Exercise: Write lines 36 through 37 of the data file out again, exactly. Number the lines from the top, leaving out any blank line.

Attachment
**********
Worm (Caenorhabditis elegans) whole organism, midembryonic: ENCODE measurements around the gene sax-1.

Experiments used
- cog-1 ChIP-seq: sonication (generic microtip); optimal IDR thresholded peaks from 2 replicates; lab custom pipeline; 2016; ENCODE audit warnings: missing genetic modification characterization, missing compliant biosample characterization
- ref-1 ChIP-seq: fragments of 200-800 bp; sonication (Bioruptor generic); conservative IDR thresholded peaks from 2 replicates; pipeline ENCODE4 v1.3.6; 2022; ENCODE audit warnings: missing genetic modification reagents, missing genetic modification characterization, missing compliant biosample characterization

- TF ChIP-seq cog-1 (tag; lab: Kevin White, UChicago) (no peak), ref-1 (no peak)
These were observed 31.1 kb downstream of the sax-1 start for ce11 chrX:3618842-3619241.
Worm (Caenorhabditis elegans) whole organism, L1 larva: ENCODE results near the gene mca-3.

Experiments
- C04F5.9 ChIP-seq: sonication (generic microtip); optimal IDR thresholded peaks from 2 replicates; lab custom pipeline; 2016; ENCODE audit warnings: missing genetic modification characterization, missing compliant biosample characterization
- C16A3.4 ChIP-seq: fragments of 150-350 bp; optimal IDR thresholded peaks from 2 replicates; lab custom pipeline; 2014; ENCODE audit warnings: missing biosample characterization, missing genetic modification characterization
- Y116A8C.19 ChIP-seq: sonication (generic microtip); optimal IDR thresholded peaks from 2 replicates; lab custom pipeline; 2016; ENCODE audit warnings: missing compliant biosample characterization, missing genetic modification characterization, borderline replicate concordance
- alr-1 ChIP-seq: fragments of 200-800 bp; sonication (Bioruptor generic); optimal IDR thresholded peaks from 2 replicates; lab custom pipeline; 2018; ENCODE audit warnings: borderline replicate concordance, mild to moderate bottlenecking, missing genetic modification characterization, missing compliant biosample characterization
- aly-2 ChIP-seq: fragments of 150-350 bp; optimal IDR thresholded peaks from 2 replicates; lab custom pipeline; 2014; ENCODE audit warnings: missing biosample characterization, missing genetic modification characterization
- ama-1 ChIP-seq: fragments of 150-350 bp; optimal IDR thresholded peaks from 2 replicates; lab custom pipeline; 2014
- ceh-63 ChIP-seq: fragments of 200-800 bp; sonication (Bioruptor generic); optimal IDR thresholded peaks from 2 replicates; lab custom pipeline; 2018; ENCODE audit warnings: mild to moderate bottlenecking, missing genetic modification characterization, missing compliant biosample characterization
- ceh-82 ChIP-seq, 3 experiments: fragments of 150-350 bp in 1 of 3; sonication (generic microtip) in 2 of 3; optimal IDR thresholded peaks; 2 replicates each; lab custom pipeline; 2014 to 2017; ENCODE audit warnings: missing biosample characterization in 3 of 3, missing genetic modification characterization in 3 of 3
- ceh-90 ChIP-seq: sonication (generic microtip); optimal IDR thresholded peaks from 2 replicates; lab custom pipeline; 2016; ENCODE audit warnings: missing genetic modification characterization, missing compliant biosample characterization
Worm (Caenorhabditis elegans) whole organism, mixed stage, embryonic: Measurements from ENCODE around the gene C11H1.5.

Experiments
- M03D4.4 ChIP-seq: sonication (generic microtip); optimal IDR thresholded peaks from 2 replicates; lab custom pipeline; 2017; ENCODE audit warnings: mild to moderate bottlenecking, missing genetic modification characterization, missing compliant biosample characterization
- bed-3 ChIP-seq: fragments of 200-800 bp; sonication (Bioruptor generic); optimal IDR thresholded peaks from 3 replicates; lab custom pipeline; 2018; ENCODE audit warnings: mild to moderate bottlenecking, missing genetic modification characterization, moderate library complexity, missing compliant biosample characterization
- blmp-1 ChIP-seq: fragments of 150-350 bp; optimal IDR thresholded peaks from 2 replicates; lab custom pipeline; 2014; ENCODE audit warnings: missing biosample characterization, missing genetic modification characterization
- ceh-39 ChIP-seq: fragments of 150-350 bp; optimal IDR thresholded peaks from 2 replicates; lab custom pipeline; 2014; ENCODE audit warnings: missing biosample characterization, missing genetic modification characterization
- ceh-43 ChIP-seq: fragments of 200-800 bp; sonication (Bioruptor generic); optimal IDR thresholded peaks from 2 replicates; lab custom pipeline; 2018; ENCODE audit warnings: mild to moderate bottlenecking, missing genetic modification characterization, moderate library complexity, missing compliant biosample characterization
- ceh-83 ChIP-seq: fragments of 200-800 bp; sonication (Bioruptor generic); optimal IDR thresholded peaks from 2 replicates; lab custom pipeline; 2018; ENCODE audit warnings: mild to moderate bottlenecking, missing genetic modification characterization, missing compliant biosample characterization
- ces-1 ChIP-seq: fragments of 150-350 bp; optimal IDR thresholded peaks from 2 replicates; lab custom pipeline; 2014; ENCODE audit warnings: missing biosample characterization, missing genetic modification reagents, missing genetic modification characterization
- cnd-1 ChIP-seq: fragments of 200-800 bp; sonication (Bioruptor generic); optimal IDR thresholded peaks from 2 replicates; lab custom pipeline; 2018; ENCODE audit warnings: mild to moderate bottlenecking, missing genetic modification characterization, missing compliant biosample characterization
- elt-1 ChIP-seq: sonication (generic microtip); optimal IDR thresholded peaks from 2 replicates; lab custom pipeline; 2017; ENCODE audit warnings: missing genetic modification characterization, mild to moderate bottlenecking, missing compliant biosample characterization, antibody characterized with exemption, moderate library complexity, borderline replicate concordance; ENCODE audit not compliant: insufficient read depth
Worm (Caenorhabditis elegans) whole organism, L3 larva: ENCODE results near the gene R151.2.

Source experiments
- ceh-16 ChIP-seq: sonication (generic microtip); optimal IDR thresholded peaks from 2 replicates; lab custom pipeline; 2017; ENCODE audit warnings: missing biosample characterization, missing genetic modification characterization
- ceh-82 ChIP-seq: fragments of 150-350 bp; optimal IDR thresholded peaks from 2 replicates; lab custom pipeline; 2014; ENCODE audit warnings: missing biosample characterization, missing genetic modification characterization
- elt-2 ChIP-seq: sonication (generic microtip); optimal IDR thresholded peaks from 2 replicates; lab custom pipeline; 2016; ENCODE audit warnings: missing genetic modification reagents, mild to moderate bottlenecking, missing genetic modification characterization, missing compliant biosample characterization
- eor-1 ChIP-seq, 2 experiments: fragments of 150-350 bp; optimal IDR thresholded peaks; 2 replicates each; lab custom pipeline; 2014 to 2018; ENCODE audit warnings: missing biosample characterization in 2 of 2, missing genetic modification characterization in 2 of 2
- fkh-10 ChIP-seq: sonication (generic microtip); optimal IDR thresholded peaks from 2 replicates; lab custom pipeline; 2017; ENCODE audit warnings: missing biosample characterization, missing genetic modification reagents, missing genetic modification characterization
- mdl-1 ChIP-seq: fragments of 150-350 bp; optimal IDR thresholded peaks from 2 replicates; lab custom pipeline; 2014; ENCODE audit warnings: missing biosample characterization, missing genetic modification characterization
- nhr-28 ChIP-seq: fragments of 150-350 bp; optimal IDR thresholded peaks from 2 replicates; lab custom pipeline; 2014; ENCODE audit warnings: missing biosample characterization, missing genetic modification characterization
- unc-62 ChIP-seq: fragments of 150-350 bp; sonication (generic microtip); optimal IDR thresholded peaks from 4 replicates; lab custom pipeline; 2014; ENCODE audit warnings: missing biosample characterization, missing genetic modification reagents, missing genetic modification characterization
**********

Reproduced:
- mdl-1 ChIP-seq: fragments of 150-350 bp; optimal IDR thresholded peaks from 2 replicates; lab custom pipeline; 2014; ENCODE audit warnings: missing biosample characterization, missing genetic modification characterization
- nhr-28 ChIP-seq: fragments of 150-350 bp; optimal IDR thresholded peaks from 2 replicates; lab custom pipeline; 2014; ENCODE audit warnings: missing biosample characterization, missing genetic modification characterization